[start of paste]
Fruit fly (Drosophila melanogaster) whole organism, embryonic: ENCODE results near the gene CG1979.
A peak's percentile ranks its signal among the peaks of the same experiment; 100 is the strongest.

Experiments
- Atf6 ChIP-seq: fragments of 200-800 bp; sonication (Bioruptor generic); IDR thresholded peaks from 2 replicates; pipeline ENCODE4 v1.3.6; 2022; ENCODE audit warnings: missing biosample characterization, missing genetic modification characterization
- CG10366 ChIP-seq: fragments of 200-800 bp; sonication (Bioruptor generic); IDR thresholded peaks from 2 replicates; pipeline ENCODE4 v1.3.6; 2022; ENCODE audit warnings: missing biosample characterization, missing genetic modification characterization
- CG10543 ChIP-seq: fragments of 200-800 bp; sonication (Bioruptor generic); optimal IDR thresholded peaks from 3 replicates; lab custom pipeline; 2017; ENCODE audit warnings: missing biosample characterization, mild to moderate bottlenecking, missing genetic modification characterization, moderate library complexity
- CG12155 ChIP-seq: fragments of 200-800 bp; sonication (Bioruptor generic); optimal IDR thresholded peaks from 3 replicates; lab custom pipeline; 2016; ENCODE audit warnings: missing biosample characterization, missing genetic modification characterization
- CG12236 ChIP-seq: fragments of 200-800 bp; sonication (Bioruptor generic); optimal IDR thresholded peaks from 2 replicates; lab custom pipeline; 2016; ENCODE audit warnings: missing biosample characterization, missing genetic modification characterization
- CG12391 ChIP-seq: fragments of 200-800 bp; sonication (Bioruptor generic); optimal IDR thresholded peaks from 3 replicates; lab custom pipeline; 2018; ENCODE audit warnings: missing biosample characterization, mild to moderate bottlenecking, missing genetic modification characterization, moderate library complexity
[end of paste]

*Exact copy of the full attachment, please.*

Fruit fly (Drosophila melanogaster) whole organism, embryonic: ENCODE results near the gene CG1979.
A peak's percentile ranks its signal among the peaks of the same experiment; 100 is the strongest.

Experiments
- Atf6 ChIP-seq: fragments of 200-800 bp; sonication (Bioruptor generic); IDR thresholded peaks from 2 replicates; pipeline ENCODE4 v1.3.6; 2022; ENCODE audit warnings: missing biosample characterization, missing genetic modification characterization
- CG10366 ChIP-seq: fragments of 200-800 bp; sonication (Bioruptor generic); IDR thresholded peaks from 2 replicates; pipeline ENCODE4 v1.3.6; 2022; ENCODE audit warnings: missing biosample characterization, missing genetic modification characterization
- CG10543 ChIP-seq: fragments of 200-800 bp; sonication (Bioruptor generic); optimal IDR thresholded peaks from 3 replicates; lab custom pipeline; 2017; ENCODE audit warnings: missing biosample characterization, mild to moderate bottlenecking, missing genetic modification characterization, moderate library complexity
- CG12155 ChIP-seq: fragments of 200-800 bp; sonication (Bioruptor generic); optimal IDR thresholded peaks from 3 replicates; lab custom pipeline; 2016; ENCODE audit warnings: missing biosample characterization, missing genetic modification characterization
- CG12236 ChIP-seq: fragments of 200-800 bp; sonication (Bioruptor generic); optimal IDR thresholded peaks from 2 replicates; lab custom pipeline; 2016; ENCODE audit warnings: missing biosample characterization, missing genetic modification characterization
- CG12391 ChIP-seq: fragments of 200-800 bp; sonication (Bioruptor generic); optimal IDR thresholded peaks from 3 replicates; lab custom pipeline; 2018; ENCODE audit warnings: missing biosample characterization, mild to moderate bottlenecking, missing genetic modification characterization, moderate library complexity